To turn it around a little bit, the thing that's powerful about these new forms of play is not so much that they fracture us into our individual realities, but that they're connect us to common ones. Something like Foursquare doesn't fracture the world. It pulls people together. Ultimately, if we can understand these game layers as a place where we're convening rather than the place where we're all departing from, I think there's a lot of beautiful things still left to do.


Kevin Slavin will discuss the influence of invisible systems at Web 2.0 Expo New York.




Related:

January 18 2010

Four short links: 18 January 2010

  1. On How Google Wave Surprisingly Changed My Life -- mandated in his small company that non-critical emails be turned into waves instead. Saw: more resolutions to arguments, less rehash of old territory, conversation gained structure and could be referred to afterwards, remote employees able to participate even when timezones prevented real-time. I've been looking for the use case that says "this is what Google Wave is really good for", and this is a great start. Note: small # of people, and in a company, so critical mass issue easily overcome.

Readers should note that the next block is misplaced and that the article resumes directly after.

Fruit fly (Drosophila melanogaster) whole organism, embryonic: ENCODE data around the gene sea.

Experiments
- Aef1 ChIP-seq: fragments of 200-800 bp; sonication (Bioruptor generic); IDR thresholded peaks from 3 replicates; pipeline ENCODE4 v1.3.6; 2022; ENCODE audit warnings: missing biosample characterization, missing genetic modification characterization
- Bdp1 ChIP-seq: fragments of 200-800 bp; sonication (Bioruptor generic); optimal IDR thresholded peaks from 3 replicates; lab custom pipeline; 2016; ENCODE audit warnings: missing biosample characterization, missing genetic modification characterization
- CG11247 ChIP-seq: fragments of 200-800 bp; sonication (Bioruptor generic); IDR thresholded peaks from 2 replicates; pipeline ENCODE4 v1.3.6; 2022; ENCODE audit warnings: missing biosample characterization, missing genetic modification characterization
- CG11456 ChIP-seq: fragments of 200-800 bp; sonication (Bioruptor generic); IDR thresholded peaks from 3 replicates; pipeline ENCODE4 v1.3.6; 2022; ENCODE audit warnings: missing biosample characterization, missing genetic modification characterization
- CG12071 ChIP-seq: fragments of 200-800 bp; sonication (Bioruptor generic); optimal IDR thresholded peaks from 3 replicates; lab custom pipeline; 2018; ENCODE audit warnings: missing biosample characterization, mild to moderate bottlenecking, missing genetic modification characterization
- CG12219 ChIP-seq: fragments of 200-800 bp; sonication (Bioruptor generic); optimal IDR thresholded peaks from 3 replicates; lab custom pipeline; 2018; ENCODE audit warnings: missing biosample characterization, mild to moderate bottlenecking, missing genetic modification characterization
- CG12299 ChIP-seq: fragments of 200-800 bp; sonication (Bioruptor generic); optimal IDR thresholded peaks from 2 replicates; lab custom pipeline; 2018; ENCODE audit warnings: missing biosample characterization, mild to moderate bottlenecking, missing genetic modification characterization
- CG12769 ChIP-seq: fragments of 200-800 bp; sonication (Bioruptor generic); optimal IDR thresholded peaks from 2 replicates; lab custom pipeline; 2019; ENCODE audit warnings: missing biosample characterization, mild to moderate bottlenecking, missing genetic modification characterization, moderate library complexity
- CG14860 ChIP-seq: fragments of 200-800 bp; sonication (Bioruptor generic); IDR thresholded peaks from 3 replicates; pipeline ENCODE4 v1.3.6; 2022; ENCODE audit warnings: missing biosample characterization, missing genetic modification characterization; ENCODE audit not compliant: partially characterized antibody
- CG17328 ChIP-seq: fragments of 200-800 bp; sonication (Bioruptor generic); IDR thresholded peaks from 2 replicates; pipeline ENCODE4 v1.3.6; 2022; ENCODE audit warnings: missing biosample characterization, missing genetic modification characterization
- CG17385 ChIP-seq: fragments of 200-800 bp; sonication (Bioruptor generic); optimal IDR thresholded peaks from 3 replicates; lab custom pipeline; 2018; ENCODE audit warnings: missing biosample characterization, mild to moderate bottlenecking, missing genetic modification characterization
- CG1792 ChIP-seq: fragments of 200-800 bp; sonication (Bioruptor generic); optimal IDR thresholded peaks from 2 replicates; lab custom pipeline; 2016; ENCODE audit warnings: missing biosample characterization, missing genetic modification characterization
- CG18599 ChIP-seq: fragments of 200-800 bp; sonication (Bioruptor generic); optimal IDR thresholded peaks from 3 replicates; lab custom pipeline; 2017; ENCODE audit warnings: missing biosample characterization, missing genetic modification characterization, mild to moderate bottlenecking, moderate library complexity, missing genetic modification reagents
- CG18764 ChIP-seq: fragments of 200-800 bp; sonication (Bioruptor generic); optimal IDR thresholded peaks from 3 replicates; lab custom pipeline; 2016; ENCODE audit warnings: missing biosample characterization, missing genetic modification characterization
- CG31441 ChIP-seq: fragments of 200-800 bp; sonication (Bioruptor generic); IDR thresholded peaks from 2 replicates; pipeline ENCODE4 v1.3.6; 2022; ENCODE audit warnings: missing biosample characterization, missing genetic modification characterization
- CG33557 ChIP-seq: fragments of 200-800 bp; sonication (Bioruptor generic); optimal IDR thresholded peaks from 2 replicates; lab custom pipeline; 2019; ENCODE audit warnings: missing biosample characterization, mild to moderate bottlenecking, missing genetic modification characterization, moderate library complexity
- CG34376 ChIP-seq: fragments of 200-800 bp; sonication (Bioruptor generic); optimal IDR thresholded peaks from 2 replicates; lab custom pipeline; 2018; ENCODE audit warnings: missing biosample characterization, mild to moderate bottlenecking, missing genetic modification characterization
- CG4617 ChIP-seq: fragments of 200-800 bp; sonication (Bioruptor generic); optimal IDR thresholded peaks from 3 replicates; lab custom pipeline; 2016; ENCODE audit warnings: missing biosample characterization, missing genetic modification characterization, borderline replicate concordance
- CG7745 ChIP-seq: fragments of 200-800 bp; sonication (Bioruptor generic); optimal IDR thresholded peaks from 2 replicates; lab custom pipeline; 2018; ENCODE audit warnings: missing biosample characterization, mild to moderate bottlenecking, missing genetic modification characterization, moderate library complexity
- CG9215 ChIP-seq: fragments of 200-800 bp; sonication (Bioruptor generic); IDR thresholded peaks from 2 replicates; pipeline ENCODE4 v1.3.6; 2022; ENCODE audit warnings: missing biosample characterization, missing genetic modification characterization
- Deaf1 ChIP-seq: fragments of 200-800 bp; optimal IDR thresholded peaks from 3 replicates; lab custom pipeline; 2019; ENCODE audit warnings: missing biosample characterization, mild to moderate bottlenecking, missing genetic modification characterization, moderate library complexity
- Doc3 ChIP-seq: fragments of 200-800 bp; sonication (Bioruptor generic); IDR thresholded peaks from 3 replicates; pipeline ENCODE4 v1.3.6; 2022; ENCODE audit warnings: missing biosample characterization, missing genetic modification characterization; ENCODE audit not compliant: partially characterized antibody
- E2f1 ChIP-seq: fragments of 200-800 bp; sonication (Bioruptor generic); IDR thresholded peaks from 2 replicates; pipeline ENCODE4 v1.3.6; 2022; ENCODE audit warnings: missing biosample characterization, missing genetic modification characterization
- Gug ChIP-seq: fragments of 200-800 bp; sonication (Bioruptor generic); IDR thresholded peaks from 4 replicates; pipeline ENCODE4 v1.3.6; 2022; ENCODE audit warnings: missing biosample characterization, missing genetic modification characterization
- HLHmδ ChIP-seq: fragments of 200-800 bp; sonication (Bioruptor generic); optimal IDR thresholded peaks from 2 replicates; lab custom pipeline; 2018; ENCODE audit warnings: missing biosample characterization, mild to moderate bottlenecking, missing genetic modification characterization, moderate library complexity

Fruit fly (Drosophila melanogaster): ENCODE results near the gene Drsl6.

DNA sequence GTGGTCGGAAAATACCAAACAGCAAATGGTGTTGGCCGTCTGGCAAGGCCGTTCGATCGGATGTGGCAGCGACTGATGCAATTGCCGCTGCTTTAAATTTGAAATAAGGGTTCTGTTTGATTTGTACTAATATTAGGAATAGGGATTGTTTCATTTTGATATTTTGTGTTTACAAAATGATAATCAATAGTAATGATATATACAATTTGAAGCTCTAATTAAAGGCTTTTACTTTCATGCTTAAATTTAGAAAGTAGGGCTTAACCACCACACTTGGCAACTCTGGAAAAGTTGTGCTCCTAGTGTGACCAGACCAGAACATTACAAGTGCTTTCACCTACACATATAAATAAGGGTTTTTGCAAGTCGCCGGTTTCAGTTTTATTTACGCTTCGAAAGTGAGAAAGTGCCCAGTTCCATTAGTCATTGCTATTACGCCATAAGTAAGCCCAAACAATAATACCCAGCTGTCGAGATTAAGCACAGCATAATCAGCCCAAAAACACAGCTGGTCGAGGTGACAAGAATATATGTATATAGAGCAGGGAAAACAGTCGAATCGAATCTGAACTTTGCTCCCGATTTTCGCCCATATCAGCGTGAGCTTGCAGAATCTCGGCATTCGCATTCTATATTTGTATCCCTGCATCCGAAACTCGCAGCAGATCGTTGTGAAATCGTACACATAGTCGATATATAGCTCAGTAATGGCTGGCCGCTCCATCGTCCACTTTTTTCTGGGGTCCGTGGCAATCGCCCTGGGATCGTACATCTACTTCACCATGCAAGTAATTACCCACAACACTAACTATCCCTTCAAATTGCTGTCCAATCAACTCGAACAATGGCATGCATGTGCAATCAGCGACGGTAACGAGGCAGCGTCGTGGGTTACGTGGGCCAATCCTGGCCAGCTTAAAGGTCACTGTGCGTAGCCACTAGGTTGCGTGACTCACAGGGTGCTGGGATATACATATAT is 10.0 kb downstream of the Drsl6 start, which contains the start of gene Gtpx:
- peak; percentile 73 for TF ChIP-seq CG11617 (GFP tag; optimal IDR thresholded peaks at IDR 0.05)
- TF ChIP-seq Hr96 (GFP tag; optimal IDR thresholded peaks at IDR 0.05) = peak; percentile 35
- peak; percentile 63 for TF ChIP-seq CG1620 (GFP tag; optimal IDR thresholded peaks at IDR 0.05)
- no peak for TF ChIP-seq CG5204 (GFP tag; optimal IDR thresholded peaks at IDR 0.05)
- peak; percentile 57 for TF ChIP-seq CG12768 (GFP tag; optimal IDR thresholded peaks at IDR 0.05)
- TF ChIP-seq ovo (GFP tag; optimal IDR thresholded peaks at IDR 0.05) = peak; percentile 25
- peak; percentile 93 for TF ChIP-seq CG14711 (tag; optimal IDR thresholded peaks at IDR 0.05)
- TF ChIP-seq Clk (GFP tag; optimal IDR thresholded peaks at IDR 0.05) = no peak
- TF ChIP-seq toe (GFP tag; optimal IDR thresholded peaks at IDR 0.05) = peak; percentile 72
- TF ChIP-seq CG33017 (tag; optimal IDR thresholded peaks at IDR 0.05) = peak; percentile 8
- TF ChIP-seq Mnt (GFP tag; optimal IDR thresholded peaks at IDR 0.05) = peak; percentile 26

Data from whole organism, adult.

2. Open Data and APIs on Reddit -- a new subreddit created just for Open Data and APIs.
  3. Smart Meter Crypto Flaw Worse Than Thought -- poor seeding of the pseudorandom number generator in various chipsets, including those heavily used in embedded networked applications such as smart meters, means those devices are trivially insecure. (via Hacker News)
  4. Foursquare is Changing Our World (Mashable) -- Foursquare was perhaps the first to change our day and night life experiences into a social competition to essentially answer the question, "who has the most interesting life?" In fact, one key side effect of playing the game is that it inspires users to lead more active and interesting social lives. While this may all sound superficial and silly, the implications of social location gaming are quite significant. One of the many reasons that O'Reilly invested in Foursquare--glad to see someone noticing. (via timo on Delicious)